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I'm having difficulty with the research aspect of my historical novel. This question was originally going to be "how much research should one do to write a historical novel?" to which, answering my own question is, "as much as you need to". Thinking about this some more, it's not the 'what' or the 'how much' I'd like to explore, but rather the 'how'.

So far my approach has been very scattergun. I know the time period I am interested in, and know roughly the themes and places I wish the novel to include, so I've been reading books that match these parameters, but other than that it's pretty random.

Everytime I go to write a sentence, I find myself asking - "wait a minute, is that right?". Everytime someone looks at a building, or walks down a street, or eats some food, or interacts with the structure of society in any way, I'd struck with a fear that I've just typed complete nonsense and have to go away and research it. So far I've read 30 reference books and typed just one chapter.

Coming from a an engineering background, I'm used to applying methodologies, ie structured approaches to work. I have seen plenty of methodologies with regard to how to plan, plot and write, however none yet on how to research for a novel.

Can anyone assist?

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5 Answers 5

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My advice would be to just ignore this and write on. In your spare time, do gradual research. Now hear me out.

Read:

  • Other historical fiction set in, or around your time period. No matter what themes or subjects it addresses, what social classes it follows, you will inevitably learn a lot about every aspect of life, as well as story structure and plot specifically set in that time.
  • First or second hand accounts from the times. These are likely very boring, so it could be done a bit at a time, but will give you an idea of how people talked, acted, and thought in general. Plus you will find sparkling gems of all sorts hidden in the drudgery.
  • Historical analysis books.

Write

  • Write your whole first draft doing as little research as possible. Just tank through the thing, and in your spare time, work through the reading above.
  • Pause your writing for only easy-to-find, relatively trivial details. Trust wikipedia.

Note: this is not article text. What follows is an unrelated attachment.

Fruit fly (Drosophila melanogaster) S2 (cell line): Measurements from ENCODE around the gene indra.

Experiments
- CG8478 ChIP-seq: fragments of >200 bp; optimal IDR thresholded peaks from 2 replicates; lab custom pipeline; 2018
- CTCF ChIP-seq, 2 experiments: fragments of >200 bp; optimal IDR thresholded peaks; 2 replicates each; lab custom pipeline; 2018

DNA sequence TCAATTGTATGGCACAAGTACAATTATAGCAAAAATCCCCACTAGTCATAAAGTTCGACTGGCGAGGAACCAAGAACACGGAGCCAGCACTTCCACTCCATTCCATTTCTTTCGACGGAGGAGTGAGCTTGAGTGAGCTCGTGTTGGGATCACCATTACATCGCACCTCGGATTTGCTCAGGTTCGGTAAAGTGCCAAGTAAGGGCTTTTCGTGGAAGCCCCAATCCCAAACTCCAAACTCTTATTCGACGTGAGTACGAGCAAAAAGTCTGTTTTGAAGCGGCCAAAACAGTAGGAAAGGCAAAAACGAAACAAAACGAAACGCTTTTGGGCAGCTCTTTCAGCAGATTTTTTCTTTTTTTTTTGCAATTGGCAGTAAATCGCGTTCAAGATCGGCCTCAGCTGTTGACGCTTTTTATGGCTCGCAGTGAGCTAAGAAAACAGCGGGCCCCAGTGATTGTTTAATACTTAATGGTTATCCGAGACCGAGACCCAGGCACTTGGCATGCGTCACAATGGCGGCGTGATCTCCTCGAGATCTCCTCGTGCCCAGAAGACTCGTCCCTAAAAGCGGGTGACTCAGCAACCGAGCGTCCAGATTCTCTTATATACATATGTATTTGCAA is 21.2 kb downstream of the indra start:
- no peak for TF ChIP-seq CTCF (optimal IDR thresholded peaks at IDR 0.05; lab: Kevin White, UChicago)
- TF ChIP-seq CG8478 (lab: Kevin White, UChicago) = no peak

• Every time you come across a detail in your reading that alters something you've already written, make a note of it, keep in mind the repercussions of any necessary changes, but do not go back and rewrite.
  • By the time you've written your first draft, you will likely have done enough research to fix all your mistakes the second time through, and you'll have a list of things to fix.
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1  
well... Wikipedia is the beginning of wisdom. Not a final arbiter. It's an easy place to start; just don't stop there. –  Lauren Ipsum Mar 22 '11 at 16:18
    
I like this advice, and you can probably tell from the tone of my question that knew I should be moving in this direction. You propose a drastic move, basically not stopping, which I think may help. Certainly the 'sod the quality of the 1st draft' approach is the one recommended by most writing guides. The suggestion to read heavily other historical fiction in the same time period is one I'm not totally sold on though. I believe this is a tangental point worth exploring so I've opened another question for it: writers.stackexchange.com/questions/2156/… –  Panda Mar 22 '11 at 21:47
    
Just think of all the research these authors have already done in order to get poignant details (that you can just walk by and pick up so easily!) –  oldrobotsneverrust Mar 22 '11 at 21:58

Perfection is your foe. If there is anyone out there, who thinks the stuff in historical novels is 100% percent accurate, then I pity him.

Research is often a scattergun approach. Keep writing and if a detail is wrong, so what? No-one will crucify you for that. You should tell a good story and sometimes you have to tweak reality/history to do so. Don't force every detail to be right. It will lead you nowhere.

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I agree with the sentiment, but specifically my question is what approach should you use on the research you actually do? Do you simply read a related source book and that's it? Or do you build up a collection of notes, and if so, what structure do you use? How much do you engage with primary sources? How much do you use first hand visits to locations that you are considering, and what kind of things do you look for, what notes do you make when you are there? (This is an important time to have an approach, as you will likely be limited for time). It is the "how" I am interested in here. –  Panda Mar 22 '11 at 21:57
    
@Panda: I tried to tell you, that there is no answer. If you want to visit these locations, do it. Look at them, describe them. If you do not want (e.g. you hate travelling), don't do it. You already have an approach that works, even if you think it is totally arbitrary. Do you have a picture/vision of the scenario/world you want to write in? I bet you have. If you really need a methodology (I normally run, when I see one), then take your approach and make one out of it. Yes, it's good enough. Trust yourself. –  John Smithers Mar 23 '11 at 9:36

I think the answer is rather: "as little as you can get away with". If you were to sit down to write an actual history textbook then the peers who would assess the value of your work would look for "rigor", that is evidence that you have considered all previous work on the topic and are trying to draw some conclusions that are not way out of the realms of possibility.